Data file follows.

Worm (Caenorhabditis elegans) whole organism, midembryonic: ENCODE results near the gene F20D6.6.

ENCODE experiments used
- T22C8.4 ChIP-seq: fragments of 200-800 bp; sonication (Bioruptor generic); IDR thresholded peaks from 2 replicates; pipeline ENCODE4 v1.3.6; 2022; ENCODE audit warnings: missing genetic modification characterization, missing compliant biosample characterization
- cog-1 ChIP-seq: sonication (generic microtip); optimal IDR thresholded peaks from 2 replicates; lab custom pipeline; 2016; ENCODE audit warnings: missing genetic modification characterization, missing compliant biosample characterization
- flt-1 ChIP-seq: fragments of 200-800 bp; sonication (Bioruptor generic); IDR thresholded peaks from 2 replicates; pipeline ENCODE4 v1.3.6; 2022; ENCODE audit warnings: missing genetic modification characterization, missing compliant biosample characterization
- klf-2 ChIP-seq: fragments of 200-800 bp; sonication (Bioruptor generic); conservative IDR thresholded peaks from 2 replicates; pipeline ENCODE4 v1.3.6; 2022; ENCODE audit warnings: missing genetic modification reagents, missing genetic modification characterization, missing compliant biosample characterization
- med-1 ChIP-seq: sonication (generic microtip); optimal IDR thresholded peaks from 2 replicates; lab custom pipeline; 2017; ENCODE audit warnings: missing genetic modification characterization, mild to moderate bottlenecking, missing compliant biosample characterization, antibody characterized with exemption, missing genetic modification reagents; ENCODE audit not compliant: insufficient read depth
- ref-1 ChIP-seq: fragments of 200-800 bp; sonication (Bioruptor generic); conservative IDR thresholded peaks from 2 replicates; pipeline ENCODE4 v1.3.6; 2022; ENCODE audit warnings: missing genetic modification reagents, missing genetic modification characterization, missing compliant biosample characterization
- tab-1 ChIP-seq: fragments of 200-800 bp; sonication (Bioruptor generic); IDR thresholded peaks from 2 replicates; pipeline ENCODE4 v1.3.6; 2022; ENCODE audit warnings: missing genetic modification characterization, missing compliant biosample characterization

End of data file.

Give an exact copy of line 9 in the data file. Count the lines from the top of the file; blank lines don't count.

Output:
- tab-1 ChIP-seq: fragments of 200-800 bp; sonication (Bioruptor generic); IDR thresholded peaks from 2 replicates; pipeline ENCODE4 v1.3.6; 2022; ENCODE audit warnings: missing genetic modification characterization, missing compliant biosample characterization